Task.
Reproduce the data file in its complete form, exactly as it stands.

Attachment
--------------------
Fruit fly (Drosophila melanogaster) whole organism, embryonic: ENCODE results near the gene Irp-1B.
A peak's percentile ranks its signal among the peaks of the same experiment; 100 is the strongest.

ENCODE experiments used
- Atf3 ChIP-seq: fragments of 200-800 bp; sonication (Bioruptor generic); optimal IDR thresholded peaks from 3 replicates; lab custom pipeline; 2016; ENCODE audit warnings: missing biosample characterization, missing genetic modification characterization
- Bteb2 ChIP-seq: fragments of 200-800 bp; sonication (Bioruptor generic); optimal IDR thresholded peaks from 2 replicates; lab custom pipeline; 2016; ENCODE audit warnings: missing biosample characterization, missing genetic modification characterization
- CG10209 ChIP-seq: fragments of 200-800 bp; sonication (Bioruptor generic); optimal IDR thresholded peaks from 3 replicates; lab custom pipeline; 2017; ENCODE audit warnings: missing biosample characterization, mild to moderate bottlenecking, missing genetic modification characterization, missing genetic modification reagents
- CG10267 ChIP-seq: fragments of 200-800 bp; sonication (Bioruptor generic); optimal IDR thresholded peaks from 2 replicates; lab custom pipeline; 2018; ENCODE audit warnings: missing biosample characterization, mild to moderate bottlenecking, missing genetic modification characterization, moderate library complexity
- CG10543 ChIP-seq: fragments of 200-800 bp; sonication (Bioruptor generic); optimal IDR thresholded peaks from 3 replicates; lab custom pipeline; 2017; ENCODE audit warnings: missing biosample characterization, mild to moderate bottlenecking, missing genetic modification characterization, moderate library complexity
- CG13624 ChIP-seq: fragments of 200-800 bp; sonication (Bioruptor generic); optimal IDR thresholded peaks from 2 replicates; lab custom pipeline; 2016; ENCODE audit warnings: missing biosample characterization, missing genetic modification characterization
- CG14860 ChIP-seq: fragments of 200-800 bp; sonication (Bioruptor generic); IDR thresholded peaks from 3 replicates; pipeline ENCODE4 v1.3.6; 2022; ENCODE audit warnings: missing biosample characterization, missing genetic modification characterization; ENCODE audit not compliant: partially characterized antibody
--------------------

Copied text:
Fruit fly (Drosophila melanogaster) whole organism, embryonic: ENCODE results near the gene Irp-1B.
A peak's percentile ranks its signal among the peaks of the same experiment; 100 is the strongest.

ENCODE experiments used
- Atf3 ChIP-seq: fragments of 200-800 bp; sonication (Bioruptor generic); optimal IDR thresholded peaks from 3 replicates; lab custom pipeline; 2016; ENCODE audit warnings: missing biosample characterization, missing genetic modification characterization
- Bteb2 ChIP-seq: fragments of 200-800 bp; sonication (Bioruptor generic); optimal IDR thresholded peaks from 2 replicates; lab custom pipeline; 2016; ENCODE audit warnings: missing biosample characterization, missing genetic modification characterization
- CG10209 ChIP-seq: fragments of 200-800 bp; sonication (Bioruptor generic); optimal IDR thresholded peaks from 3 replicates; lab custom pipeline; 2017; ENCODE audit warnings: missing biosample characterization, mild to moderate bottlenecking, missing genetic modification characterization, missing genetic modification reagents
- CG10267 ChIP-seq: fragments of 200-800 bp; sonication (Bioruptor generic); optimal IDR thresholded peaks from 2 replicates; lab custom pipeline; 2018; ENCODE audit warnings: missing biosample characterization, mild to moderate bottlenecking, missing genetic modification characterization, moderate library complexity
- CG10543 ChIP-seq: fragments of 200-800 bp; sonication (Bioruptor generic); optimal IDR thresholded peaks from 3 replicates; lab custom pipeline; 2017; ENCODE audit warnings: missing biosample characterization, mild to moderate bottlenecking, missing genetic modification characterization, moderate library complexity
- CG13624 ChIP-seq: fragments of 200-800 bp; sonication (Bioruptor generic); optimal IDR thresholded peaks from 2 replicates; lab custom pipeline; 2016; ENCODE audit warnings: missing biosample characterization, missing genetic modification characterization
- CG14860 ChIP-seq: fragments of 200-800 bp; sonication (Bioruptor generic); IDR thresholded peaks from 3 replicates; pipeline ENCODE4 v1.3.6; 2022; ENCODE audit warnings: missing biosample characterization, missing genetic modification characterization; ENCODE audit not compliant: partially characterized antibody